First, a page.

Latin Grammys: Las Vegas Bound

NEW YORK With the Latin Grammys bound for Las Vegas, where it will mount the 8th annual music event on Nov. 8, show sponsors such as Heineken USA said they are betting their brands will win big with Latino consumers. And like last year’s awards show, which counted a dozen or so new and returning brand sponsors, the upcoming event in its new home promises to be just as successful.

“Las Vegas is as aspirational a destination as New York City was last year for the Latin Grammys,” said Paul Smailes, Hispanic brand manager of Heinken. “In terms of viewership levels, we’re very confident that they will be as strong, if not stronger, this year than last.”

The Heineken brand has been the offical beer of the Latin Grammys since 2000, when the event struggled to attract an audience at CBS.

With the shift in exclusive broadcasting duties to Univision in 2005, Smailes said the Heinken brand and the awards show have both benefitted from the widened domestic and international viewing audience.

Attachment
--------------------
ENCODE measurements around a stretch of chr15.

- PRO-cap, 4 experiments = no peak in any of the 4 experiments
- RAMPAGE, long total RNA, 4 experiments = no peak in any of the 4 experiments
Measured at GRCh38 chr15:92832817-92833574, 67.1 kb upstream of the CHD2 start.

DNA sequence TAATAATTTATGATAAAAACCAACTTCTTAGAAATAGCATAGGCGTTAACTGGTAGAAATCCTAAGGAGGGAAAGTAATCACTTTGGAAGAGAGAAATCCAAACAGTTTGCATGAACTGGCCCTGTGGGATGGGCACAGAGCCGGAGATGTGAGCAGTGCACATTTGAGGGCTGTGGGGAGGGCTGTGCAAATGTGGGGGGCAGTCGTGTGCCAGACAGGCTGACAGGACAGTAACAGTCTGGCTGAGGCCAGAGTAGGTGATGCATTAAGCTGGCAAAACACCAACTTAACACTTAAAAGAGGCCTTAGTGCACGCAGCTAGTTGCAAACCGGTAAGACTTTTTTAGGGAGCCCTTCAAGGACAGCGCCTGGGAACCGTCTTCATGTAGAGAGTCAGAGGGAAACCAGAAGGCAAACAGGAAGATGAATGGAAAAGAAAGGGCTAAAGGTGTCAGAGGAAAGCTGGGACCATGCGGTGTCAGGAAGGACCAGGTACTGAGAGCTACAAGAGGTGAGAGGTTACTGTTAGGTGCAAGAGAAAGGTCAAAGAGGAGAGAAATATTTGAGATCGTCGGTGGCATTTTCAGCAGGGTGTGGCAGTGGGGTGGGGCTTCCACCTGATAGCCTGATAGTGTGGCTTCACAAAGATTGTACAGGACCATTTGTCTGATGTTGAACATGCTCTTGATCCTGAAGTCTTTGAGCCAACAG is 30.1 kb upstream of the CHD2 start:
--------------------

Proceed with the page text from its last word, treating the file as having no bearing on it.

“It’s a fantastic relationship,” he said. “The Latin Grammys’ move to Univision has been shown in the higher ratings from the first year. The numbers speak for themselves.”

The 2006 Univision telecast reached 11.3 million viewers and was the No. 1 program in its time period in a number of major markets among key demos including all adults and non-Hispanics, 18-49, and teens, 12-17.

For Univision, the awards show venue will provide an exciting backdrop that showcases an emerging Latino community that doubles as a top tourist draw.

“We’re particularly excited to broadcast live from the world’s most exciting entertainment city and from one of this country’s fastest-growing Hispanic communities,” said Alina Falcón, Univision’s executive vice president and operating manager.

Las Vegas has aggressively marketed to Latinos, earning its status as the nation’s top destination for Hispanics, according to a recent survey by the Travel Industry Association of America. Last year, 2.4 million U.S. visited the desert city, spending $1.7 billion on nongaming activies.

Terry Jicinsky, senior vice president of marketing for the Las Vegas Convention and Visitors Authority, said that event organizers were sold on his city’s ability to offer itself as a full-resort destination package with just the right amount of opportunity for media exposure.

He added, “The city itself provides some additional cachet as well as a high-level of brand recognition, making it one more reason to travel to Las Vegas.”